This level of coordination is a level beyond the strategies used by most concurrent applications and frameworks in software today, primarily because there hasn’t been a pressing need for it until recently–processors had been growing phenomenally in speed for many years.  Now, however, we’re told that processor speed has plateaued, that we now have to scale out to scale up, spreading the processing load across multiple cores.  We are very fortunate that the work being done by researchers in fields like robotics can be applied in other service oriented architectures, and is a testament to the widespread use of the .NET Framework and the fantastic efforts of some very bright individuals.

Where to Find Microsoft Robotics Studio

Robotics Studio is a free download and can be found here, and while it is full of other good stuff, it’s worth checking out for the Concurrency and Coordination Runtime alone.

Posted in Compact Framework, Concurrency, Data Structures, Design Patterns, Microsoft Robotics Studio, Object Oriented Design, Service Oriented Architecture, Software Architecture | Leave a Comment »

.NET Micro Framework vs. Microsoft Robotics Studio

Posted by Dan Vanderboom on April 12, 2008

The .NET Micro Framework is a compatible subset of the full .NET Framework, similar to how the Compact Framework is a subset.  But the Micro Framework can act as its own real time operating system (RTOS) instead of loading the tiny CLR in a host operating system, and works with a variety of hardware devices, including those that don’t have their own memory management unit (MMU).  The gist is that embedded applications as well as low-level drivers can now be written in managed code (a huge leap forward), and take advantage of garbage collection, strong-typing, and other nice features that are typically absent in embedded systems programming.  This supposedly reduces errors, boosts productivity, and reduces development costs.

I’ve been watching videos like this, reading about the Micro Framework for the past few months, have pre-ordered this book from Amazon, and have been itching to get my hands on a hardware development kit to start experimenting.  The only problem is that the interfaces for these embedded devices are so foreign to me (I2C, GPIO, etc.), and I’m not exactly sure what my options are for assembling components.  What kinds of sensors are available?  Do I have to solder these pieces together or is there a nice modular plug system similar to the SATA, IDE, and PCI connectors on modern computers (but on a smaller scale)?  Do I have to write my own device drivers for anything I plug in, or is there some abstraction layer for certain classes of inputs and outputs?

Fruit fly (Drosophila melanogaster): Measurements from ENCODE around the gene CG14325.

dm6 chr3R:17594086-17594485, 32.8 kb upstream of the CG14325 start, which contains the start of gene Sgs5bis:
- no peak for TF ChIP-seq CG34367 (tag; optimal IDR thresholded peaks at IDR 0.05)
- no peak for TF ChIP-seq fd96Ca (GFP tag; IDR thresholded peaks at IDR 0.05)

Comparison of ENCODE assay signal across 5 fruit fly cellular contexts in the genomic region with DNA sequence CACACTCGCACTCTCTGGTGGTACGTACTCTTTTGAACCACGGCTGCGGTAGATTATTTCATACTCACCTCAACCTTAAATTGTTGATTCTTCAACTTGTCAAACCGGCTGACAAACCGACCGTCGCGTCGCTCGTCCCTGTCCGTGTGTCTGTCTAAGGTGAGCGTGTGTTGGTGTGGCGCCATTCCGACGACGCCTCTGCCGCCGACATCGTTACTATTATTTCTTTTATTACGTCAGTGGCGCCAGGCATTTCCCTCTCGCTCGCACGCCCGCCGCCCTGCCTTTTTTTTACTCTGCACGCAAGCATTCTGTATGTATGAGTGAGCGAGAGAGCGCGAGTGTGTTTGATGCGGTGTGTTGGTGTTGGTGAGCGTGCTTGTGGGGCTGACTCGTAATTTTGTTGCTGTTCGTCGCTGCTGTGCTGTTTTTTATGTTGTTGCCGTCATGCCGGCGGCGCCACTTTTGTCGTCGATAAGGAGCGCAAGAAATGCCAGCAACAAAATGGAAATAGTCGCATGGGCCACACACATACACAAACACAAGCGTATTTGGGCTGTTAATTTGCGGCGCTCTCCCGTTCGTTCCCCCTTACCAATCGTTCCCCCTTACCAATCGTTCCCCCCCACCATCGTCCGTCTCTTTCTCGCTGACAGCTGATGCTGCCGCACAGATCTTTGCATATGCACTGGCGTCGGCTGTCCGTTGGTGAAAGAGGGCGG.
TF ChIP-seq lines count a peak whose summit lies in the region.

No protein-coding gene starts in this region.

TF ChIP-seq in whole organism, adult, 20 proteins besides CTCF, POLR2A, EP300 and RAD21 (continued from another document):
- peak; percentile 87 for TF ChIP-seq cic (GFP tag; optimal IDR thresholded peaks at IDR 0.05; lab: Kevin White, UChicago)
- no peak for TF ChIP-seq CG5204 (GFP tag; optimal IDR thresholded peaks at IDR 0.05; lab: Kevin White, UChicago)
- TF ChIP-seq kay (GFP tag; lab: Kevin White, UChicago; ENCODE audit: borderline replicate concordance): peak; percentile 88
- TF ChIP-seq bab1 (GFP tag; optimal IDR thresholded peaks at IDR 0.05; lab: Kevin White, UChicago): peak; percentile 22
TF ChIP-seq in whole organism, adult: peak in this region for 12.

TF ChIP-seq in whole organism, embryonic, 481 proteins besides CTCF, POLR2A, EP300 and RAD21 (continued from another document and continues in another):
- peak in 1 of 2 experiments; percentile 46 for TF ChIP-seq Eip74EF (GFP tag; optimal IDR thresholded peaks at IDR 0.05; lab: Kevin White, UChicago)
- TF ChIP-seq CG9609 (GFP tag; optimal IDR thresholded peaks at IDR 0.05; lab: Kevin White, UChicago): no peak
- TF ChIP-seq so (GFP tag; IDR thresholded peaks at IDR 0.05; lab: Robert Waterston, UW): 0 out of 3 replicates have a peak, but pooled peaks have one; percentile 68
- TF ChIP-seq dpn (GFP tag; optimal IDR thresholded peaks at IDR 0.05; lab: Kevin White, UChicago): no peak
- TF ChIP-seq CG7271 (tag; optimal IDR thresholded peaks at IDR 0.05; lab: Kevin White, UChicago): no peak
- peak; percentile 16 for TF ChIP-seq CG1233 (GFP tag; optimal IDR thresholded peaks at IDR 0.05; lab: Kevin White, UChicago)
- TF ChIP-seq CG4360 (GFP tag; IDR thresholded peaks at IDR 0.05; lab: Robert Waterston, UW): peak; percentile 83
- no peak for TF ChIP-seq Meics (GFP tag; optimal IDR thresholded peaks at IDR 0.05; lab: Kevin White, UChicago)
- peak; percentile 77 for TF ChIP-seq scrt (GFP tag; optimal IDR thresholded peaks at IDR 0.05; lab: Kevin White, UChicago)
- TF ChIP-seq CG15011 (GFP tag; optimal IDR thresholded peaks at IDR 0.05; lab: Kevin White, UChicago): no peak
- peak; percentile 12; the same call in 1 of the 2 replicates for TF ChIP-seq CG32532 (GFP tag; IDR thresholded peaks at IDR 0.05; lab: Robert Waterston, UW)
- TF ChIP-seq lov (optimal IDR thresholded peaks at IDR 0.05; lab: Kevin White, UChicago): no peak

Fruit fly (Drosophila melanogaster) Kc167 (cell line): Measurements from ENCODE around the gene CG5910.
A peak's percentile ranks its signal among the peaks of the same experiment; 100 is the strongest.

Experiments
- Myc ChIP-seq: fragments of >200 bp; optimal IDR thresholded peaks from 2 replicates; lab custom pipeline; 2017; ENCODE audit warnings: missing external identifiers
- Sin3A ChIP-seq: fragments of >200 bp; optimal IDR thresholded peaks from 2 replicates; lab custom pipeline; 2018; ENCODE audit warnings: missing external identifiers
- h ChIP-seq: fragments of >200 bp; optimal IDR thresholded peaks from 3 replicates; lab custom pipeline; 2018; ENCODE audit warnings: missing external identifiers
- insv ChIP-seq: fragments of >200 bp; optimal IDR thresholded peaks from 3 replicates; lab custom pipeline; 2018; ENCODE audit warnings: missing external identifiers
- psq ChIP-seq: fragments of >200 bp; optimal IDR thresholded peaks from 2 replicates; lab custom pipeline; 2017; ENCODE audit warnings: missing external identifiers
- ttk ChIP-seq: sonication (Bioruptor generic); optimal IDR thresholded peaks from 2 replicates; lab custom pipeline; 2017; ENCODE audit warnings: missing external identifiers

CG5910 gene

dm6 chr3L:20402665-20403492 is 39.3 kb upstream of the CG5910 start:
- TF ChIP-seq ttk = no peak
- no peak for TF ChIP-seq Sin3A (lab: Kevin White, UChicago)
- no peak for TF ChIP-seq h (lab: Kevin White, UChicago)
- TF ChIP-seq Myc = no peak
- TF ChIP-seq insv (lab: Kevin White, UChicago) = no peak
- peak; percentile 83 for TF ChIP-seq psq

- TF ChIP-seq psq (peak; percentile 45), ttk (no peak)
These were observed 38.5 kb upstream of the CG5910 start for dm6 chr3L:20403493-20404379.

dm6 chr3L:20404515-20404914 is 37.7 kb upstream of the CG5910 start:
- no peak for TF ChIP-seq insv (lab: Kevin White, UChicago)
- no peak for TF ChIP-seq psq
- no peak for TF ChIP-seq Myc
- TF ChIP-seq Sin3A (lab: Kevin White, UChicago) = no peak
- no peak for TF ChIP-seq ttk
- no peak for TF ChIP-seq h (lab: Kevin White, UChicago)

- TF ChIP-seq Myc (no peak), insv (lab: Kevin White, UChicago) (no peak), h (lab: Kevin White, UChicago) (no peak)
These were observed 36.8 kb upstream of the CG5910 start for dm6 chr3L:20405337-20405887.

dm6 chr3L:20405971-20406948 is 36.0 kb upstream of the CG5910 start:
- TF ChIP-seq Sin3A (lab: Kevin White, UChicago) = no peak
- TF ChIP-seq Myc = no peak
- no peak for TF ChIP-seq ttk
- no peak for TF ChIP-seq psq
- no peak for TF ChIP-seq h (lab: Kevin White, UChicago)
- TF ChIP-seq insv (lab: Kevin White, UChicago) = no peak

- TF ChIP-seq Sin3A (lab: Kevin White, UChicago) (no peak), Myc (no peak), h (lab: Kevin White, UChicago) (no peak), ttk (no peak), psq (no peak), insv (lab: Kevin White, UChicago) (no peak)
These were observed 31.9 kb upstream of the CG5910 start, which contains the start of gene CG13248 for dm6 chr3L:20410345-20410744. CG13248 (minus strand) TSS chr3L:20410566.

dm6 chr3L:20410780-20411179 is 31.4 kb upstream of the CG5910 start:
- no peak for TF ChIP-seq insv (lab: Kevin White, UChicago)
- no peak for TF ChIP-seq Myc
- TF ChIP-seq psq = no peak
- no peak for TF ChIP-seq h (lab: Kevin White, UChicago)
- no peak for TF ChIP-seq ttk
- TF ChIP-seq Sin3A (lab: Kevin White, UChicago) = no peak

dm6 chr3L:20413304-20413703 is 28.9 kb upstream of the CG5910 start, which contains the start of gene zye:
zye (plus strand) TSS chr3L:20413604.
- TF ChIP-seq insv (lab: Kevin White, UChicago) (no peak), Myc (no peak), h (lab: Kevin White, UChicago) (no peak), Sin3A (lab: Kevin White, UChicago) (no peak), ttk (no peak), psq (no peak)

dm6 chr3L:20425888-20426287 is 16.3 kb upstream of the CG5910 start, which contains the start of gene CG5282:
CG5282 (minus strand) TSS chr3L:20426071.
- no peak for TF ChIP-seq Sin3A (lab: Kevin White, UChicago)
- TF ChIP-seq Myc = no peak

The other issue that makes me hesitate is the thought of programming without language conveniences like generics on a more resource-constrained device than the Windows Mobile devices I’m already frustrated with (and have been for the past four years).

I’m not saying that I’m not excited about managed code on tiny embedded devices, and I’m not saying I won’t start playing with (and blogging about) this important technology sometime in the next few months, but I’ve discovered another platform for embedded device development with the ability to interact directly with the physical world that offers a much lower technical barrier for entry, so that’s where I’m starting.

What I’m referring to is Microsoft Robotics Studio, which is by all accounts a phenomenal platform for more than just robotics, and seems to overlap somewhat with the Micro Framework’s reach (at the intersection of the computer-digital and physical-analog worlds).  The two critical components of this architecture are the Decentralized Software Services Protocol (DSSP, originally named WSAP) and the Concurrency & Coordination Runtime (CCR).  Make sure you watch this video on the CCR, and note how George emphasizes that “it’s not about concurrency, it’s about coordination”, which I found especially enlightening.  These are highly robust and general purpose libraries, and both of them will run on Compact Framework!  (I was very impressed when I read this.)

Without having studied them both in depth yet, the CCR seems to cannibalize on the Task Parallel Library (TPL), at least conceptually, offering a much more complete system of thread manipulation and synchronization than the original System.Threading types, all for a vertical industry that has much greater demands of a concurrency framework that must, for example, deliver massive concurrency and complex coordination rules in a highly-distributed system, all the while handling full and partial failures gracefully.  Some of the patterns and idioms for making concurrency and synchronization operations easy to write and understand are masterfully designed by Henrik Nielsen and George Chrysanthakopoulos (and I thought Vanderboom was a long name!).

The fact that the CCR and DSSP were developed together is significant.  Tasks running in parallel need to be manipulated, coordinated, and tracked regardless of whether they’re running on four processors in one computer or on 256 processors spread across a hundred devices, and distributed services need a dependable way of parallelizing their efforts on individual machines.  This is a synergistic relationship, each subsystem enhancing the elegance and usefulness of the other.  So why not use the CCR in every application instead of developing the TPL?  Are these two teams actively collaborating, or have they been building the two frameworks in isolation?